The Kisa Project develops Tanzanian girls’ natural leadership abilities by providing information and skills that they generally do not receive in their regular A-Level classroom. Throughout the two-year program, Kisa Scholars learn to identify problems in their communities and come up with sustainable solutions, by organizing, analyzing, and communicating. Scholars form teams and undertake a hands-on project, called the 2 Day Challenge, at the end of the program.
Some girls, however, have such a strong passion to immediately improve their communities, that they dive right in, before they have even graduated from high school. Kisa Mentors refer to these Scholars as the “Daring Girls.” These Scholars have smart and unique ideas, and are not afraid to implement them. Meet one Daring Girl.
Neema is a Form Six Kisa Scholar at Msangeni Secondary School. She has always believed strongly in the importance of education for ALL children.
Neema showed leadership early on in secondary school. In O-Level, she started a group with her fellow students and called it “Talk to Us.” They essentially were trying to answer the questions: Why do girls fail more than boys at school? And what can be done about it?
“I met with teachers to try to understand the issue and fix the problem. I wanted our group to be recognized at school. But, the teachers were not ready to support us. This did not make me lose hope, though.”
After failing to get acceptance for a new student organization, Neema was resourceful and persistent and worked within the structure that was already there. She approached an environmental club called “Mazungira Club” and asked to be given time to speak to the students. She advised them on the importance of education, self-awareness, and avoiding peer pressure.
Based on her innate leadership qualities, the Kisa Project was a natural fit for Neema when she reached Form Five. In recruiting, Kisa Mentors strive to form balanced classes with girls who contribute different strengths and talents and can act as role models for each other.
During the community assessment phase of the Kisa curriculum, Neema chose to investigate a critical issue in her own home village. Her dad helped her to meet with the chairman of Maroroni village in Boma Hai who shared with her that many parents don’t see the importance of sending their kids to school. She found that the problem was multi-faceted and that there were some logical solutions.
“With the chairperson’s permission, I decided to go house to house to ask parents the reasons why they did not think it was important to send their kids to school. We came across some challenges. Children were not going to school because rain had washed away a bridge and some kids had no uniforms. I thought, ‘I have to do something about this.’”
A Safe Crossing: Neema met one man named Joseph Kisioki who explained that he did not want to send his children to school because during the rainy period the rickety local bridge is unsafe. During heavy rain, the bridge can even wash away.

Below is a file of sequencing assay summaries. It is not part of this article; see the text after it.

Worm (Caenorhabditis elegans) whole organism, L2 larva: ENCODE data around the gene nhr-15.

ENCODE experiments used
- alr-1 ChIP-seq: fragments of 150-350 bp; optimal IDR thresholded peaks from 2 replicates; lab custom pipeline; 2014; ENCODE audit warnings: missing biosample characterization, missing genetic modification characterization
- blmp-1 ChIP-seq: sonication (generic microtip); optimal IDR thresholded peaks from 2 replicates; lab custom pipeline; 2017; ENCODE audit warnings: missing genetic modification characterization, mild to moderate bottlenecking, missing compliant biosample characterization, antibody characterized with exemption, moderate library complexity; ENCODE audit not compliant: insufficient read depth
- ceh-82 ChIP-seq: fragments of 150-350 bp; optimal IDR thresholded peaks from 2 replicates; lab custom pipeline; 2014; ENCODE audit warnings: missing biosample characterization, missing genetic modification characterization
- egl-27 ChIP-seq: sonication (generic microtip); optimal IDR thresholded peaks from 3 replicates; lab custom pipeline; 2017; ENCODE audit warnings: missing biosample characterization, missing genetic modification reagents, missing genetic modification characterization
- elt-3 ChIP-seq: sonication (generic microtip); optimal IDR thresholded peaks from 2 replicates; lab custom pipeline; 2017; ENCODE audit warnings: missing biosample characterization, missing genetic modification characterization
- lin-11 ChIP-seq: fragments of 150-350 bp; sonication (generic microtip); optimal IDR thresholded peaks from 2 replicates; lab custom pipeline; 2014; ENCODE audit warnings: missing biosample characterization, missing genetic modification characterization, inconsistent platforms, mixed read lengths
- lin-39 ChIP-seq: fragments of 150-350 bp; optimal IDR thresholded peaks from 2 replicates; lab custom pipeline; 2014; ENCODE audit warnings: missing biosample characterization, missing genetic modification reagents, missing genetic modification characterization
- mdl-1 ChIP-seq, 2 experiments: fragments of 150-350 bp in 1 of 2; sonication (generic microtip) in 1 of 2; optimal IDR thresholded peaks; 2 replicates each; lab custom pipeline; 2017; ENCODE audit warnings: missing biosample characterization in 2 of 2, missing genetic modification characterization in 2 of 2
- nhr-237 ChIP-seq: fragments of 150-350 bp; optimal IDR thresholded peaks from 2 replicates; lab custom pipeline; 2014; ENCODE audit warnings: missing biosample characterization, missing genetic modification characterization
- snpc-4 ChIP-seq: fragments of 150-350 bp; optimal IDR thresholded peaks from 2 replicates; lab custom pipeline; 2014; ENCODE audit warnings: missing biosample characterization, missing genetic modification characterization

Something to Wear: In Africa, children are required to have a school uniform regardless of their age and the type of school. Just obtaining the proper attire for their children can be an obstacle to many families.
A year later, Neema returned to find that many parents have sent their children to school, and Joseph Kisioki is one of them. The village has constructed a better bridge. Neema took action and had talked to the District Commissioner about the problem. He went to Maroroni village and had a meeting with the community who promised to construct the bridge. In addition, Neema and some of her fellow Kisa Scholars agreed to help some of the kids who were not going to school because they lacked uniforms. Funds raised during the Scholars’ 2 Day Challenge project were used to buy the uniforms. At first, some of the parents were a bit mistrustful, but again, the village chairman interceded and the girls succeeded in distributing the clothes.
It took courage for Neema to speak with these elders and government officials in order to effect real change in her community. One of the Kisa lessons is about Nelson Mandela’s leadership principles. He said “I learned that courage was not the absence of fear, but the triumph over it.” It takes courage to be a daring girl. Deep seeded cultural norms and patriarchal ways of thinking can kill the power within someone. People can have a negative attitude toward girls who are trying to make dramatic changes in their communities.
That did not stop Neema!
“I will always be out in front to help my community because I am the problem solver. The solutions to the problems that face my community start with me.”
Bravo, Neema. GLAMI and AfricAid are proud of you! We believe that Daring Girls are capable of doing great things!
Neema’s Kisa Mentor, Anna Mbaga, stayed in touch with her during her school closure due to the pandemic. Form Six students returned to school on Monday, June 1 for a one-month preparation for their national exams. After exams are over, we’re sure Neema will continue her community outreach.
Kisa Project is a two-year leadership course that prepares girls in their last two years of secondary school to attend university and create positive social change in their communities.